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282. An IS auditor discovers that programmers have update access to the live environment. In this situation, the IS auditor is LEAST likely to be concerned that programmers can:A. authorize transactions.B. add transactions directly to the database.C. make modifications to programs directly.D. access production and provide faster maintenance.The correct answer is:A. authorize transactions.Explanation:Authorizing transactions implies that transactions have been initiated by another person and hence would provide the least risk. The other situations, where programmers on their own can access data and make modifications or addtransactions to a database, all present a greater risk and would be of concern to the IS auditor.Area:4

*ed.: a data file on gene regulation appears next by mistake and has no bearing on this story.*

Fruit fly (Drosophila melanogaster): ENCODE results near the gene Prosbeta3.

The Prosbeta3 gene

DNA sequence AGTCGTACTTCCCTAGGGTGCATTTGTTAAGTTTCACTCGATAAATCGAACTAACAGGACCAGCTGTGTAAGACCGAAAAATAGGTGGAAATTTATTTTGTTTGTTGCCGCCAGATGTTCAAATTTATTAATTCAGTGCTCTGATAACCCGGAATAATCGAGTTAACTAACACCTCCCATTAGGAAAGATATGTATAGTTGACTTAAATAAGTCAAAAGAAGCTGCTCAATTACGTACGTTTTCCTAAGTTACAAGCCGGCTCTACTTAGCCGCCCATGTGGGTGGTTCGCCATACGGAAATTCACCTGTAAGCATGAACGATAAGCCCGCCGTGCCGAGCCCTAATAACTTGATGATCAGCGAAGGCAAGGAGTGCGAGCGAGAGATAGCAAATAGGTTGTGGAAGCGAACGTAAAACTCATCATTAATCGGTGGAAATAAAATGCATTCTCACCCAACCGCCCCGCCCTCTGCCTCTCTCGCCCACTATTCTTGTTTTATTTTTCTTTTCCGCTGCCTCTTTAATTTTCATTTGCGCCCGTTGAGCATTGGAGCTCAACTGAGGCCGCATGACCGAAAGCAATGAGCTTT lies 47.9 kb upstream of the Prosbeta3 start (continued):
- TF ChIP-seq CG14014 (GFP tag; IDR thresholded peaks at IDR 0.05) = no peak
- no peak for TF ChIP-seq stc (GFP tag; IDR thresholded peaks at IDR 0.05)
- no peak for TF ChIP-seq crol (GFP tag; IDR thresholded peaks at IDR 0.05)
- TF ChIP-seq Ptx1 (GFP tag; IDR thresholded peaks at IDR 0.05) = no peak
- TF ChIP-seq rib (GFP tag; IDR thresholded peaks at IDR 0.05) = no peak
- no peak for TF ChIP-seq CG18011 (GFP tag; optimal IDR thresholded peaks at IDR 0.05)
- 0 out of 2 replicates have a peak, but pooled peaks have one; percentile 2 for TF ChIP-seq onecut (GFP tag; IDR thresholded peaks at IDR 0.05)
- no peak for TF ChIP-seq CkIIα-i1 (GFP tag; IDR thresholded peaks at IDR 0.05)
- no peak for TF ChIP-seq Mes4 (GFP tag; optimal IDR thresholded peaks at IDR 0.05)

283. An IS auditor performing a telecommunication access control review should be concerned PRIMARILYwith the:The correct answer is:B. authorization and authentication of the user prior to granting access to system resources.Explanation:The authorization and authentication of users is the most significant aspect in a telecommunications access control review as it is a preventive control. Weak controls at this level can affect all other aspects. The maintenance of access logs of usage of system resources is a detective control. The adequate protection of data being transmitted to and from servers by encryption or other means is a method of protecting information during transmission and is not an access issue. The accountability system and the ability to identify any terminal accessing system resources deal with controlling access through the identification of a terminal.Area:4284. An organization is introducing a single sign-on (SSO) system. Under the SSO system, users will be required to enter only one user ID and password for access to all application systems. Under the SSO system,unauthorized access:The correct answer is:C. will have a greater impact.Explanation:The impact will be greater since the hacker needs to know only one password to gain access to all systems and can, therefore, cause greater mischief than if only the password to one of the systems is known. Less likely would be thecorrect answer if the single sign-on system were to be introduced with a stronger form of authentication, such as a smart card/challenge response system. There is no indication that the probability of someone attempting to gain access to systems after introduction of single sign-on is greater than before. The impact can only be greater, not smaller, since the access gained is wider.